US bank BNY Mellon says one of its technology-focused funds had underperformed the market because it wasn’t exposed to companies investing in Bitcoin, a filing from yesterday showed.
As of the second quarter of 2020, BNY Mellon is the world’s largest custodian bank and asset servicing company, with over $2.0 trillion in assets under management and $38.6 trillion in assets under custody.
But the bank has missed out on the crypto bandwagon and is lamenting. “Fund performance was hurt as well by a decision not to own MicroStrategy, whose stock surged when it announced it had invested in Bitcoin,” the filing read.
In a filing today, BNY Mellon said the performance of one of its investment funds was hindered by lack of exposure to Bitcoin:
"Fund performance was hurt as well by a decision not to own MicroStrategy, whose stock surged when it announced it had invested in bitcoin."
— MacroScope (@MacroScope17) April 28, 2021
The stock of business analytics firm MicroStrategy—the firm has picked up billions of dollars worth of Bitcoin in the past year—has been increasingly lauded by pundits as a pseudo-Bitcoin exchange-traded fund (ETF) in the past year.
ETFs are regulated financial instruments that track the price of a given asset/s and can be traded/invested in a similar manner as individual stocks. Firms have long tried for a Bitcoin ETF in the US, but the government has continued to deny their listing, causing some traders to bet on MicroStrategy as a pseudo-Bitcoin ETF instead.
The price action is uncanny. MicroStrategy stock surged by over 40% in the days after announcing its first Bitcoin purchase in mid-2020. It’s since posted nearly 10x gains—reaching a high of $1,269 in February 2021—and has been mirroring Bitcoin’s price movements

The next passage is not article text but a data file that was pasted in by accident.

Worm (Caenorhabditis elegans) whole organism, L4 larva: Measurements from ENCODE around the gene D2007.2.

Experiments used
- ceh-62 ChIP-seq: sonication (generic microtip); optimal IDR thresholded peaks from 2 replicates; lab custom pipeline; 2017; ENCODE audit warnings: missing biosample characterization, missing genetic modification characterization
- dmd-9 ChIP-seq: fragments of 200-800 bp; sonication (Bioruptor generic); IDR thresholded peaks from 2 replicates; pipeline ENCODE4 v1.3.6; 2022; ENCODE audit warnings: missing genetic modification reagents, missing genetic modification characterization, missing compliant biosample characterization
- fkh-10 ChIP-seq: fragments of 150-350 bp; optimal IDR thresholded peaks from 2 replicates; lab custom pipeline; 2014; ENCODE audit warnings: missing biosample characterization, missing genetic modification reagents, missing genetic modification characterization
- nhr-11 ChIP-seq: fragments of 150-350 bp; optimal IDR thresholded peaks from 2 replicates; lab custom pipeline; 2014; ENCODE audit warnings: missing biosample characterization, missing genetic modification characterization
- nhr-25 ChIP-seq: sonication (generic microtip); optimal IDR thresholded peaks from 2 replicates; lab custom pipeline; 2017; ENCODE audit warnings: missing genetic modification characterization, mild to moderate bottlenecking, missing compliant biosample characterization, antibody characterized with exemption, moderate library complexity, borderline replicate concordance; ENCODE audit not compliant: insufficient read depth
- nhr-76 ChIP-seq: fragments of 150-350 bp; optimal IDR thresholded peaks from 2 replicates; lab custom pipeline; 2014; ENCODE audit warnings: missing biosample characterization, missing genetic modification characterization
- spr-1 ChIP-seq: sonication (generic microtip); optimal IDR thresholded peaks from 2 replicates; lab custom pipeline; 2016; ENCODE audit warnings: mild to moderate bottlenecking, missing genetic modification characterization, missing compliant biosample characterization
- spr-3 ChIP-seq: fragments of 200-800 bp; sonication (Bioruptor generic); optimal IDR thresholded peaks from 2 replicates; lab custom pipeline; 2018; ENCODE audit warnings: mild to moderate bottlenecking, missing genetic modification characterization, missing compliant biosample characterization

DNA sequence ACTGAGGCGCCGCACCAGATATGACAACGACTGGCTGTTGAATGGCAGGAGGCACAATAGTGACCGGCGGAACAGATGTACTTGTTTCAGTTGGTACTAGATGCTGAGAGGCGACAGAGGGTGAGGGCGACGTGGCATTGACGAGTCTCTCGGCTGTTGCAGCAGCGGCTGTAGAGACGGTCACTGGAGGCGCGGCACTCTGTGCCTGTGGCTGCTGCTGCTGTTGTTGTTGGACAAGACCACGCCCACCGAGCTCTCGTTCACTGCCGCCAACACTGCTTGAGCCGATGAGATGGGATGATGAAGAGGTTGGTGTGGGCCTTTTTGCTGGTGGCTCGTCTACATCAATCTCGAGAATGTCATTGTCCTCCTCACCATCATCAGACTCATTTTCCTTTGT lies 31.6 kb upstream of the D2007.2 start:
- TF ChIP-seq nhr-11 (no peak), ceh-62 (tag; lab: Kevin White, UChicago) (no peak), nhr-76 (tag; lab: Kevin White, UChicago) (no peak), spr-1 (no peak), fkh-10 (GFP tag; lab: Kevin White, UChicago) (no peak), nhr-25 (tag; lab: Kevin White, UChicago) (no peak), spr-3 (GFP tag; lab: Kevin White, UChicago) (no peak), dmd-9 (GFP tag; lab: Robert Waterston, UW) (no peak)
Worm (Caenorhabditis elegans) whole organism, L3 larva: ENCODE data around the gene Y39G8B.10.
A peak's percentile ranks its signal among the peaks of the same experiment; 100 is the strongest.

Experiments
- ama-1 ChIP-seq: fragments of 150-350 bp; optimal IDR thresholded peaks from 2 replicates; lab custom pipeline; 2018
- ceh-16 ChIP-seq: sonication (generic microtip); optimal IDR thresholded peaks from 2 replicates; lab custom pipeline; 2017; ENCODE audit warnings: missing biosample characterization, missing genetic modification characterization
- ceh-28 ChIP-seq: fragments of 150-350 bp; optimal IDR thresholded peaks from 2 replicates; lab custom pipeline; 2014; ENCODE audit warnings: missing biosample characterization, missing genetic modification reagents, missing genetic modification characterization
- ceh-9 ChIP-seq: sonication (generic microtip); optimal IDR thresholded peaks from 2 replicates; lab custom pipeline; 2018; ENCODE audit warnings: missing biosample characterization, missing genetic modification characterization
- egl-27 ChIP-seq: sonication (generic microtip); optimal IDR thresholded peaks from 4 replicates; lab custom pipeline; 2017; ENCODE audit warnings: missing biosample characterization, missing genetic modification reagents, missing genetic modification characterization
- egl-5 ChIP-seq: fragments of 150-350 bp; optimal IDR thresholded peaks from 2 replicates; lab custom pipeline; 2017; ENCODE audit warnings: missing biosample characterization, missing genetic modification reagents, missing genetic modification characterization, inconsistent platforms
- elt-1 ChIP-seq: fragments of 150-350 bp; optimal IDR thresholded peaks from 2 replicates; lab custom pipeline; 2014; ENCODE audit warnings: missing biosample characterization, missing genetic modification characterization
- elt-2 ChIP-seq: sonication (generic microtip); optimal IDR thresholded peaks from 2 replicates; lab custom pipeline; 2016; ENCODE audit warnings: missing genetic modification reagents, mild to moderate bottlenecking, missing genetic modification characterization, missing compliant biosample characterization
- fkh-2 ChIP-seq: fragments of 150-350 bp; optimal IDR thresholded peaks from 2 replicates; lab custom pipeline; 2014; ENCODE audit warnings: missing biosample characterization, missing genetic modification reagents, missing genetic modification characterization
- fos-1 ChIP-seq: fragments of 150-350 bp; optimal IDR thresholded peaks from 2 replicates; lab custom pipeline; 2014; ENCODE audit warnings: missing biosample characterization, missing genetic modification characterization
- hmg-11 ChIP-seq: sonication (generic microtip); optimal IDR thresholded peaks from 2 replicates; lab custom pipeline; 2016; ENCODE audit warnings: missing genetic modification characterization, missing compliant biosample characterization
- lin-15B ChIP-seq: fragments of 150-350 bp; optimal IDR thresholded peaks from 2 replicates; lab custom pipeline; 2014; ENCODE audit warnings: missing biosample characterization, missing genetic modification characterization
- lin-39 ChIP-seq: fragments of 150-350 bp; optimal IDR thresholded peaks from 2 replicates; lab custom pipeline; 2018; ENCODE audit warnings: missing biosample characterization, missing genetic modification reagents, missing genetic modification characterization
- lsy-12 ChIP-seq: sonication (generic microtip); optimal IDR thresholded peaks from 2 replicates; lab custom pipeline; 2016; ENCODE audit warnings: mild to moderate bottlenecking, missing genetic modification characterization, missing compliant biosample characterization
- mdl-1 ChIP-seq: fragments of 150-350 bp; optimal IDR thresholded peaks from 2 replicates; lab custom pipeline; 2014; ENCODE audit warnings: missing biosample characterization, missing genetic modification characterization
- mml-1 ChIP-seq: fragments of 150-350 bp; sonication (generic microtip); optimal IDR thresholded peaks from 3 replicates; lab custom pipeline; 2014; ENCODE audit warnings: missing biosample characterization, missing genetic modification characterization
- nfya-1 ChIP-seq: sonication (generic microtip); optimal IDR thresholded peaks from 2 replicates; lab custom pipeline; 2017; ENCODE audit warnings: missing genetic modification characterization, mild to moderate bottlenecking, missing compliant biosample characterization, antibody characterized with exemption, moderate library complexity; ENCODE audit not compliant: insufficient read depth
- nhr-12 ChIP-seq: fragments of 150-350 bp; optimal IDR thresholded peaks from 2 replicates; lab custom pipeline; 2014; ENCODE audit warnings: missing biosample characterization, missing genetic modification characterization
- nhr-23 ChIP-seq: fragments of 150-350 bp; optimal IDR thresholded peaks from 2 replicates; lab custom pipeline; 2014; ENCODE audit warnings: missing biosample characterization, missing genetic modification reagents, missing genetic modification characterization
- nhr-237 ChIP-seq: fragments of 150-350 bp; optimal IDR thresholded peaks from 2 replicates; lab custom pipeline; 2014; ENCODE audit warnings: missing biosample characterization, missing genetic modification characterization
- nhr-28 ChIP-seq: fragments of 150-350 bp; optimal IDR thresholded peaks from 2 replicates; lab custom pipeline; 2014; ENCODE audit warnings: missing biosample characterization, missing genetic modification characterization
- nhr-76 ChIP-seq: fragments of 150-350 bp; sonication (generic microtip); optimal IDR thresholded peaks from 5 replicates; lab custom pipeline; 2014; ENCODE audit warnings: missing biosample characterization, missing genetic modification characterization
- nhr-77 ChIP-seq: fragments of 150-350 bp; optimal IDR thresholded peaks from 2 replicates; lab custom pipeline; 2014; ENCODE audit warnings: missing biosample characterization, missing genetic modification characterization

Meanwhile, BNY Mellon further noted being underweight in the regional banking industry whose stocks provided superior returns to investors as the US government increased interest rates and the broader financial service sector gained investor confidence as the COVID-19 vaccine was rolled out.
It did, however, say a position in a gold mining company ending up hampering performance. “As for stock selection, a position in Alamos Gold, a gold mining company, hampered performance as shares were hurt by weak gold prices,” the firm said.
Banks turning to crypto
BNY Mellon is one of the many US banks that have turned a new leaf to Bitcoin in the past few months. The bank—in terms of being ‘crypto friendly’—joined the likes of Goldman Sachs, Morgan Stanley, and JPMorgan in February after stating it would hold, transfer and issue Bitcoin and other cryptocurrencies on behalf of its asset-management clients.
The bank’s chief executive of asset servicing Roman Regelman even said at the time that “digital assets were becoming part of the mainstream” and that the bank would service client needs accordingly.
As such, BNY Mellon isn’t entirely new to the crypto space. In 2019, the bank became one of the first US financial institutions to publish a report on the then-crashed market—stating decentralized exchanges were positioned as a unique market fit.
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